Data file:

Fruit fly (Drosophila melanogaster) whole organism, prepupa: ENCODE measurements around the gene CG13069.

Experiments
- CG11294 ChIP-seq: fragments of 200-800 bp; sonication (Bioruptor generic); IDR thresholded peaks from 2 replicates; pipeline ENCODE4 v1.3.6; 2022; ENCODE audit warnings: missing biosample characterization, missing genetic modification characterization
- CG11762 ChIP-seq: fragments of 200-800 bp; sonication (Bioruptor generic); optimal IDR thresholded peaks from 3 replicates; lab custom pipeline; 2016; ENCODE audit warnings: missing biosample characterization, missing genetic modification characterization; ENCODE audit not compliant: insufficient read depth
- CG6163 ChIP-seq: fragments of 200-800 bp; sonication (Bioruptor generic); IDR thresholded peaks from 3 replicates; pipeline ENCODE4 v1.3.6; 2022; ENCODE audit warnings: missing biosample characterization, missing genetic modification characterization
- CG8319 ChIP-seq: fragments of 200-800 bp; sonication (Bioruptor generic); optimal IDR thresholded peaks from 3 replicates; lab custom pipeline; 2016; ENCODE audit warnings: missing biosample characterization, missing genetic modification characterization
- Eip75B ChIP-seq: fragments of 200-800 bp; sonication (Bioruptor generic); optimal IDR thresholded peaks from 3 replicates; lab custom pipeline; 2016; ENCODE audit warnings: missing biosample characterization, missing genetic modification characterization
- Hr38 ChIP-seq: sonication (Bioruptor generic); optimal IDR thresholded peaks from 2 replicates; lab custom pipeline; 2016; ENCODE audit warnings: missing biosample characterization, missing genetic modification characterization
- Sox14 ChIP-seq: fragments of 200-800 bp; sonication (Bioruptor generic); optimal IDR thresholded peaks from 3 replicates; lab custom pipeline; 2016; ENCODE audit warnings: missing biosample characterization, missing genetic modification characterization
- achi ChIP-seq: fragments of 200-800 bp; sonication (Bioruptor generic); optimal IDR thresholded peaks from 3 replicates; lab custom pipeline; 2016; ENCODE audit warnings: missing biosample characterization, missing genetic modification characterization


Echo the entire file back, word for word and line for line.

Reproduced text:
Fruit fly (Drosophila melanogaster) whole organism, prepupa: ENCODE measurements around the gene CG13069.

Experiments
- CG11294 ChIP-seq: fragments of 200-800 bp; sonication (Bioruptor generic); IDR thresholded peaks from 2 replicates; pipeline ENCODE4 v1.3.6; 2022; ENCODE audit warnings: missing biosample characterization, missing genetic modification characterization
- CG11762 ChIP-seq: fragments of 200-800 bp; sonication (Bioruptor generic); optimal IDR thresholded peaks from 3 replicates; lab custom pipeline; 2016; ENCODE audit warnings: missing biosample characterization, missing genetic modification characterization; ENCODE audit not compliant: insufficient read depth
- CG6163 ChIP-seq: fragments of 200-800 bp; sonication (Bioruptor generic); IDR thresholded peaks from 3 replicates; pipeline ENCODE4 v1.3.6; 2022; ENCODE audit warnings: missing biosample characterization, missing genetic modification characterization
- CG8319 ChIP-seq: fragments of 200-800 bp; sonication (Bioruptor generic); optimal IDR thresholded peaks from 3 replicates; lab custom pipeline; 2016; ENCODE audit warnings: missing biosample characterization, missing genetic modification characterization
- Eip75B ChIP-seq: fragments of 200-800 bp; sonication (Bioruptor generic); optimal IDR thresholded peaks from 3 replicates; lab custom pipeline; 2016; ENCODE audit warnings: missing biosample characterization, missing genetic modification characterization
- Hr38 ChIP-seq: sonication (Bioruptor generic); optimal IDR thresholded peaks from 2 replicates; lab custom pipeline; 2016; ENCODE audit warnings: missing biosample characterization, missing genetic modification characterization
- Sox14 ChIP-seq: fragments of 200-800 bp; sonication (Bioruptor generic); optimal IDR thresholded peaks from 3 replicates; lab custom pipeline; 2016; ENCODE audit warnings: missing biosample characterization, missing genetic modification characterization
- achi ChIP-seq: fragments of 200-800 bp; sonication (Bioruptor generic); optimal IDR thresholded peaks from 3 replicates; lab custom pipeline; 2016; ENCODE audit warnings: missing biosample characterization, missing genetic modification characterization